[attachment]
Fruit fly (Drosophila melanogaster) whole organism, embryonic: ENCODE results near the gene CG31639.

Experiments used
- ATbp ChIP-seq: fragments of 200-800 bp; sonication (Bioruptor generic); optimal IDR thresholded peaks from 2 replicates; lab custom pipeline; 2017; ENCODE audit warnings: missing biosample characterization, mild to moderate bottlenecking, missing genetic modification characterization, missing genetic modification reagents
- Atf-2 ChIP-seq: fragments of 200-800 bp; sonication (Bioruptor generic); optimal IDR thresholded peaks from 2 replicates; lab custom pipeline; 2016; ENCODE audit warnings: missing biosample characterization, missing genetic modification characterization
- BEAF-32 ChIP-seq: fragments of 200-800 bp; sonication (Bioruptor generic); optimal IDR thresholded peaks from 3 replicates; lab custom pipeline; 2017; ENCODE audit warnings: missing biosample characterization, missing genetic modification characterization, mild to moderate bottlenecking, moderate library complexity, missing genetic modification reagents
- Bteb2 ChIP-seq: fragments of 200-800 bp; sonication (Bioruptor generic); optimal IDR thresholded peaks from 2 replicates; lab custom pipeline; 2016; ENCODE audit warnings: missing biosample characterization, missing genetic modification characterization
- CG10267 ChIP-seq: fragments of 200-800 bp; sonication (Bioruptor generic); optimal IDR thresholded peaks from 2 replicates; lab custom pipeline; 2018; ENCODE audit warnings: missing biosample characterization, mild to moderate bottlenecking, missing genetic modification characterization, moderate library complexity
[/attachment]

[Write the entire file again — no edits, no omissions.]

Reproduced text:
Fruit fly (Drosophila melanogaster) whole organism, embryonic: ENCODE results near the gene CG31639.

Experiments used
- ATbp ChIP-seq: fragments of 200-800 bp; sonication (Bioruptor generic); optimal IDR thresholded peaks from 2 replicates; lab custom pipeline; 2017; ENCODE audit warnings: missing biosample characterization, mild to moderate bottlenecking, missing genetic modification characterization, missing genetic modification reagents
- Atf-2 ChIP-seq: fragments of 200-800 bp; sonication (Bioruptor generic); optimal IDR thresholded peaks from 2 replicates; lab custom pipeline; 2016; ENCODE audit warnings: missing biosample characterization, missing genetic modification characterization
- BEAF-32 ChIP-seq: fragments of 200-800 bp; sonication (Bioruptor generic); optimal IDR thresholded peaks from 3 replicates; lab custom pipeline; 2017; ENCODE audit warnings: missing biosample characterization, missing genetic modification characterization, mild to moderate bottlenecking, moderate library complexity, missing genetic modification reagents
- Bteb2 ChIP-seq: fragments of 200-800 bp; sonication (Bioruptor generic); optimal IDR thresholded peaks from 2 replicates; lab custom pipeline; 2016; ENCODE audit warnings: missing biosample characterization, missing genetic modification characterization
- CG10267 ChIP-seq: fragments of 200-800 bp; sonication (Bioruptor generic); optimal IDR thresholded peaks from 2 replicates; lab custom pipeline; 2018; ENCODE audit warnings: missing biosample characterization, mild to moderate bottlenecking, missing genetic modification characterization, moderate library complexity